RSE Leads to More Jobs for Kiwis

Recognised Seasonal Employer (RSE) contractors say the scheme has helped to place more Kiwis into permanent work in the New Zealand wine industry.

Photo of Jono Bushell in high vis vest.
Jono Bushell, Vinepower

When first instigated back in 2007, there were concerns that the workers coming in from Pacific Islands would be taking jobs from locals who needed them.

Nothing could be further from the truth according to individuals who have seen their businesses grow as a result of the scheme.

Aaron Jay from Hortus in Marlborough says in the past five years his contracting business has grown 410 percent.

While Aaron started out with just one van and seven part time staff, he had little inkling that he would grow to employ 42 permanent staff, complemented by 400 RSE workers throughout the year and another 400 causal or transient workers.

“Quite simply, the more RSE workers we have, the more Kiwis we can employ,” Jay says.  “People think that because we recruit from the RSE, that we have very few Kiwis. The reality is we started out with me as the sole permanent. Now we have 42 permanent workers, all of them Kiwis.”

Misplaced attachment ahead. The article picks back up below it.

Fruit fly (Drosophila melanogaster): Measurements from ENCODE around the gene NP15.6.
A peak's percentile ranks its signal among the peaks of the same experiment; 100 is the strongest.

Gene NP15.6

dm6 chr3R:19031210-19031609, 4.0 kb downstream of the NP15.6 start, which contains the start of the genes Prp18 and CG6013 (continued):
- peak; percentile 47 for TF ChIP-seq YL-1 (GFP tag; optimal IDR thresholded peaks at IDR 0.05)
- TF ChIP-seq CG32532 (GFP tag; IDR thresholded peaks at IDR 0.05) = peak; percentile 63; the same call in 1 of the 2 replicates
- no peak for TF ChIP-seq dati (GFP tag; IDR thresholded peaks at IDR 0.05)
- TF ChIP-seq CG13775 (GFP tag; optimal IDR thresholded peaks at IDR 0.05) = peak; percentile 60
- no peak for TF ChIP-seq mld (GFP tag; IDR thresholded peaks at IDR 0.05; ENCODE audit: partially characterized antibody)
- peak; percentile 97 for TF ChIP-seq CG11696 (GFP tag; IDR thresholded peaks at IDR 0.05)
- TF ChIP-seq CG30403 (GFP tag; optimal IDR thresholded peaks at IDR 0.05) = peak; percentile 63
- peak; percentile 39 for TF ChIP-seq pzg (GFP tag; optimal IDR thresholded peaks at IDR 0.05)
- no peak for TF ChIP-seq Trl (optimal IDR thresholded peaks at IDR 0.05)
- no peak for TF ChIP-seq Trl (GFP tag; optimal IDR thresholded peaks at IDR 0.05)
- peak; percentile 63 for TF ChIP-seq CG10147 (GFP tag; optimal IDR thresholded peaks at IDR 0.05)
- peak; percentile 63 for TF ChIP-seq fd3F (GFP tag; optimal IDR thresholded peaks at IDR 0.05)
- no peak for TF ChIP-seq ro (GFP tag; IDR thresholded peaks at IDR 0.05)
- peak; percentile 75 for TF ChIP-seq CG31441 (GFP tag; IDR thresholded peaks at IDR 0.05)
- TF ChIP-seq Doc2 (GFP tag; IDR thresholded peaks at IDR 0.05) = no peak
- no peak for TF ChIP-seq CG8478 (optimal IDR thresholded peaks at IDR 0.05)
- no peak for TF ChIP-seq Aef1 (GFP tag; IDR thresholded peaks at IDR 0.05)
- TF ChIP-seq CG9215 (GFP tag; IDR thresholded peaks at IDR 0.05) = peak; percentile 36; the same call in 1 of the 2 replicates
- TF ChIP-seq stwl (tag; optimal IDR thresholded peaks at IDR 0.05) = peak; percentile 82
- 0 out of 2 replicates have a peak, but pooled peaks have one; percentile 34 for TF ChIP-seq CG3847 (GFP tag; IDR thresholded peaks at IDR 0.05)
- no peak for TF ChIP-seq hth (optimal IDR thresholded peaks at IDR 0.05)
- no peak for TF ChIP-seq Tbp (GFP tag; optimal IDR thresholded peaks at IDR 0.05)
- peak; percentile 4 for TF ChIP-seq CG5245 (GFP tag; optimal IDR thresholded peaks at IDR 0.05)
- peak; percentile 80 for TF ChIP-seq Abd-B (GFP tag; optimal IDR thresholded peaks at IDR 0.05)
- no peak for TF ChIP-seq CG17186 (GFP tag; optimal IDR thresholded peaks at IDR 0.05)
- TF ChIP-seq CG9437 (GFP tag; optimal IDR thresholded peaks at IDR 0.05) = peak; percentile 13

That is reiterated by Jono Bushell of Vinepower. The very first vineyard contractor to become RSE accredited back in 2007, Bushell says there was an urgent need for a reliable workforce to enable the wine industry in Marlborough to grow.

“We had had backpackers and Kiwi workers, but back then we just didn’t have the volume to turn the gas up. I was running 200 backpackers to try and get 100 people to work each day.”

Now with close to 600 RSE workers across the year, Vinepower’s permanent staff numbers have grown from 10 to close to 40.”
“That is what RSE has done,” Bushell says, “increased the number of Kiwis in full time employment.”

James Dicey, viticulturist and owner of Grape Vision in Central Otago says the RSE workers he employs ensures he now has a stable, consistent, highly trained and reliable workforce.

“These guys support my ability to employ Kiwis, invest in them, pay them higher rates, give them better skilled jobs and allow them advancement. I have been able to employ a lot more Kiwis over the years because I don’t have to worry about my seasonal workers.”

Add that fact to the growth of the wine industry during the 10-year tenure of RSE and it is easy to see why the industry is so supportive.

Back in 2006 New Zealand had 23,355 hectares of productive vineyard. Exports were valued at $698,303.

In 2017 there are now close to 37,000 hectares of producing vines and total exports have reached $1.6 billon.


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